Why do some people suffer after a traumatic event while others do not?
This is an important question in the world of trauma psychology, one that is being extensively researched. We know, both anecdotally and empirically, that, given exposure to a critical incident, some people will be negatively affected by it, while others will move on and be essentially fine. For example, several young people of similar age and background can be deployed on the ground in the same unit in Iraq or Afghanistan, be exposed to roughly similar experiences, and some will return stateside, move ahead with happy and fulfilling lives and be fine, while others will experience some level of disruption associated with their service.
Why is that?
The answer to this appears to be largely the same as the answer to so many other quandaries in the field of psychology: the unique combination of genetic constitution and set of life experiences for any given individual. It’s the old “nature vs. nurture” question, and, as is typically the case, the answer seems to be “yes, both influence outcome significantly.”
As with so many things, it seems clear that we inherit a genetic constitution that may leave us more or less at risk of developing lasting problems after trauma exposure. Recent studies indicate that, with similar levels of trauma exposure, individuals who have close family members who have struggled with trauma-related problems are more likely than those without such a connection to struggle after trauma. This link seems fairly strong.
However, one generally does not experience trauma-related problems without … trauma. Life experiences do not occur in a vacuum, and trauma-related concerns are certainly no exception. Sometimes when we talk about trauma, we talk about a “dose-response relationship,” which simply means that a person’s response to trauma is directly related to the amount of exposure he or she has. Because of the differing “doses,” a person who experiences a single-incident trauma of brief duration (a car accident, for example) is at less risk of lasting problems than a person who experiences chronic exposure to ongoing traumatizing events for a lengthy period of time (such as child abuse or neglect).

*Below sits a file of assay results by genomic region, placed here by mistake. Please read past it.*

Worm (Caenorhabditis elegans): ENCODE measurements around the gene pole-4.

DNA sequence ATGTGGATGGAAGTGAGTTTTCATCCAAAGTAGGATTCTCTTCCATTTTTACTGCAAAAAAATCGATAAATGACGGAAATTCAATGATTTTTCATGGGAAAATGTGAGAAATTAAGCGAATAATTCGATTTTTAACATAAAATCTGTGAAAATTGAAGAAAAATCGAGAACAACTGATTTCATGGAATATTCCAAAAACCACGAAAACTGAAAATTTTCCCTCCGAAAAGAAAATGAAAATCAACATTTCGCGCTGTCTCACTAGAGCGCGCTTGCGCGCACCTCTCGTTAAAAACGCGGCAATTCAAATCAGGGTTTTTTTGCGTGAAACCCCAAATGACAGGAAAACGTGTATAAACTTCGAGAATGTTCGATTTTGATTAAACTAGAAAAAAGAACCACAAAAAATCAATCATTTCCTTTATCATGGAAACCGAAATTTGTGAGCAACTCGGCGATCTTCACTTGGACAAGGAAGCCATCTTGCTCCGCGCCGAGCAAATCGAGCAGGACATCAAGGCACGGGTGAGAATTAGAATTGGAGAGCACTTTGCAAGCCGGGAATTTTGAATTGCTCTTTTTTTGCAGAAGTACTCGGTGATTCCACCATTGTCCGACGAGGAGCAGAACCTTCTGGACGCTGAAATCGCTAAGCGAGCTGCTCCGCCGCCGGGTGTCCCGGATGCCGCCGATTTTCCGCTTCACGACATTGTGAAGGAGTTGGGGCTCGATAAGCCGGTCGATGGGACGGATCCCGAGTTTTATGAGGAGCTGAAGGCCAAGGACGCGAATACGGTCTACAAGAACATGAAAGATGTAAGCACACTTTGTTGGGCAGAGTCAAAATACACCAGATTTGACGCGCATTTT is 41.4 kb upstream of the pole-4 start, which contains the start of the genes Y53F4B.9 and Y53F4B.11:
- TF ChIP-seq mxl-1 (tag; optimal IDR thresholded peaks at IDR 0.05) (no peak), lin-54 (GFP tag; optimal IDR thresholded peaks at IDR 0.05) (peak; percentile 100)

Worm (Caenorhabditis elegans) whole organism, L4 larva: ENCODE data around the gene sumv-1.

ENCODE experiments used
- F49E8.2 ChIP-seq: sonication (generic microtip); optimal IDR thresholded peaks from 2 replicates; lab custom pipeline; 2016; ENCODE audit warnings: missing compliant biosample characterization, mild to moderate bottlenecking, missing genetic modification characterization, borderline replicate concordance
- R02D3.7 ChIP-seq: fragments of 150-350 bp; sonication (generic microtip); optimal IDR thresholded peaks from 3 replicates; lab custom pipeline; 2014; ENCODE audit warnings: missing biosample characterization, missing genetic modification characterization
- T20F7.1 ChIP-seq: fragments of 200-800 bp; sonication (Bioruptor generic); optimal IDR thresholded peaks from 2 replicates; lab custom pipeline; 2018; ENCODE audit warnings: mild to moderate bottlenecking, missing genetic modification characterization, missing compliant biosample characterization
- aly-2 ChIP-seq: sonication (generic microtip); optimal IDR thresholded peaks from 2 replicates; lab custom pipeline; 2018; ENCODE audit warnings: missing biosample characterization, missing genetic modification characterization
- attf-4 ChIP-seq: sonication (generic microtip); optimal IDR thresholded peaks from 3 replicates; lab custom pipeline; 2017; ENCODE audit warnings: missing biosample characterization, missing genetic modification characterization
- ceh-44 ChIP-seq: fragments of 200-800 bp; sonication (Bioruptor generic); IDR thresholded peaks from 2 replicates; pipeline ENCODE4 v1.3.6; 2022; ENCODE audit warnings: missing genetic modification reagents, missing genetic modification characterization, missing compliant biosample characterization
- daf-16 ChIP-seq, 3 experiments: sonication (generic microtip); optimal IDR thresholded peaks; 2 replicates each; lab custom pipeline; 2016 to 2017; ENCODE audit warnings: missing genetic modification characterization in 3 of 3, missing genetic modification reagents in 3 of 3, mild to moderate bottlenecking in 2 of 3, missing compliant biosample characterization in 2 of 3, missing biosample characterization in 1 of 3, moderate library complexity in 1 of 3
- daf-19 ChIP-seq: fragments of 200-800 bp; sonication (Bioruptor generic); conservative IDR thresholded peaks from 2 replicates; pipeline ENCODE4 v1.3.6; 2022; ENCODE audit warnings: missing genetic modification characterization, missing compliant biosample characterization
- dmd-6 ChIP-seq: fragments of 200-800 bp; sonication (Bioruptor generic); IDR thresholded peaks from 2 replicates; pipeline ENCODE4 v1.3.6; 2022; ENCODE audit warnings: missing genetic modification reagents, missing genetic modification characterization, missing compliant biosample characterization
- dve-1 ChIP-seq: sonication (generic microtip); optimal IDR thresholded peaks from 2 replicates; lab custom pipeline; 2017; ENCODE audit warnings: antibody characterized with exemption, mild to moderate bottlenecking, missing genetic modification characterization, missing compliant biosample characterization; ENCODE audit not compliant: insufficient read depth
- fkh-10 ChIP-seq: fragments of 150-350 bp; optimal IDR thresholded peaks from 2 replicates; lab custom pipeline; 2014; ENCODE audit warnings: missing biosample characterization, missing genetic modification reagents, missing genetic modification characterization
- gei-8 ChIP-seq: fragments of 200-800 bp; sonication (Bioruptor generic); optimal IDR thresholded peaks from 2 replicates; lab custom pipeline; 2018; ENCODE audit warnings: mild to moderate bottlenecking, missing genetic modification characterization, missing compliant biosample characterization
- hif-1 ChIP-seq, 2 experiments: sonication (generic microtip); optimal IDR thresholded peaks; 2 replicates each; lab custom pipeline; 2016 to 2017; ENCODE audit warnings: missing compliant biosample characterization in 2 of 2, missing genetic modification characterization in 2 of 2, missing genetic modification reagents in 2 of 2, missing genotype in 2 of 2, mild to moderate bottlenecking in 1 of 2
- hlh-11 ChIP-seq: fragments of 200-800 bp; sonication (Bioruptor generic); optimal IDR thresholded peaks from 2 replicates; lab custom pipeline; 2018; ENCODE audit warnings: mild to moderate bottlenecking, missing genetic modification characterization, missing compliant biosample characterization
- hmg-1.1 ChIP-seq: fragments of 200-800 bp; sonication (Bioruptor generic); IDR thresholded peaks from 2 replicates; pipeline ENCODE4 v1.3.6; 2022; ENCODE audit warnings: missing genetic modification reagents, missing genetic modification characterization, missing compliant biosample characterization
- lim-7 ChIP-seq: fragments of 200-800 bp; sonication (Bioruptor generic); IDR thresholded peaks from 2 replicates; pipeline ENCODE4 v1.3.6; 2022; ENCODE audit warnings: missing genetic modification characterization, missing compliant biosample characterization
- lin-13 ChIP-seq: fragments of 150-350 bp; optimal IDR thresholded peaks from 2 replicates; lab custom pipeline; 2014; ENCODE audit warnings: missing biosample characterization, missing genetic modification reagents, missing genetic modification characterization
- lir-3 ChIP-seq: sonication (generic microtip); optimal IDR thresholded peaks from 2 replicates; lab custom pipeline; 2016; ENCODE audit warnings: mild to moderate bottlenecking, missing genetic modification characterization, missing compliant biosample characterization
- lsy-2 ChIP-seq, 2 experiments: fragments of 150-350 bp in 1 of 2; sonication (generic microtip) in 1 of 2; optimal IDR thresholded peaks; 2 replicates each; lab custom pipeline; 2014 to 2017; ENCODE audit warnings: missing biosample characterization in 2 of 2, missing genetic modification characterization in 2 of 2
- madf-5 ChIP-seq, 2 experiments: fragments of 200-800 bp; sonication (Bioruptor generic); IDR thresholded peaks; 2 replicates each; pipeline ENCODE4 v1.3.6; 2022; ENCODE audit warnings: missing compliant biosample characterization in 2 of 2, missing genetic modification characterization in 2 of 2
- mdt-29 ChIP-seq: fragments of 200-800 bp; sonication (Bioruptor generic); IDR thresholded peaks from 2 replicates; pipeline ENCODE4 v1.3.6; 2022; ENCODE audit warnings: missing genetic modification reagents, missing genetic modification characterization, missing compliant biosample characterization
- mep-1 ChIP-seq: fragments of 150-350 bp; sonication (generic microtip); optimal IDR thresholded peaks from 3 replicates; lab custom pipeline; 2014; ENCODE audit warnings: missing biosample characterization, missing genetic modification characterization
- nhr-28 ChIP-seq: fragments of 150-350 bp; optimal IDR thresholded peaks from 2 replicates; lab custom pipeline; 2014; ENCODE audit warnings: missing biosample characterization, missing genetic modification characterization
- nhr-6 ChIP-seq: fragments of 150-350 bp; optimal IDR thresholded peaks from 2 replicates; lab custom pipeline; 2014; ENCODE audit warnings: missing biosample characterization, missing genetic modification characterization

Life experiences do not occur in a vacuum, and trauma-related concerns are certainly no exception.
This is not to say that people who experience a single car accident do not develop significant problems; they can and, unfortunately, sometimes do. However, the likelihood of ongoing struggles increases as the amount and severity of exposure to trauma increases. So, a person’s history of trauma and learned coping skills combines with his or her genetic constitution to create that person’s level of risk and resilience.
Sometimes when we talk about trauma-related struggles, we talk about trying to find ways that we might “inoculate” people against developing serious negative outcomes after a traumatic event. Of course, there is no shot or medicine that will achieve this; what we mean when we say this is that we hope to create a set of life experiences that will reduce a person’s vulnerability to troubles by increasing his or her resilience level. Essentially, we want to start to establish—prior to trauma exposures—habits and ways of being and relating to the world that seem to be associated with better outcomes after trauma exposures. For example, habits of thought are important in structuring how we perceive the world. A tendency to blame extensively or to personalize others’ behaviors may reduce resilience, so, with an eye toward increasing resilience, we may try to shift habits of thought in a different direction.
Of course, unlike “inoculation” in the true sense of the world, none of these will provide any real immunity. At present, there is no such thing—bad things happen to good people unexpectedly, and sometimes, in spite of everything, that person will encounter struggles associated with that. But we know that some habits can and do increase the chances that, upon exposure, the individual will be able to incorporate the experience and continue living life without major disruption.
Our knowledge about this grows every day, and we continue to work toward a more complete understanding of how to assist survivors of trauma. Both before and after traumatic incidents, there are interventions that we have identified that we know can meaningfully reduce suffering; this being so, it seems worth the effort to continue pursuing them as best we can, in spite of the imperfect state of our knowledge.
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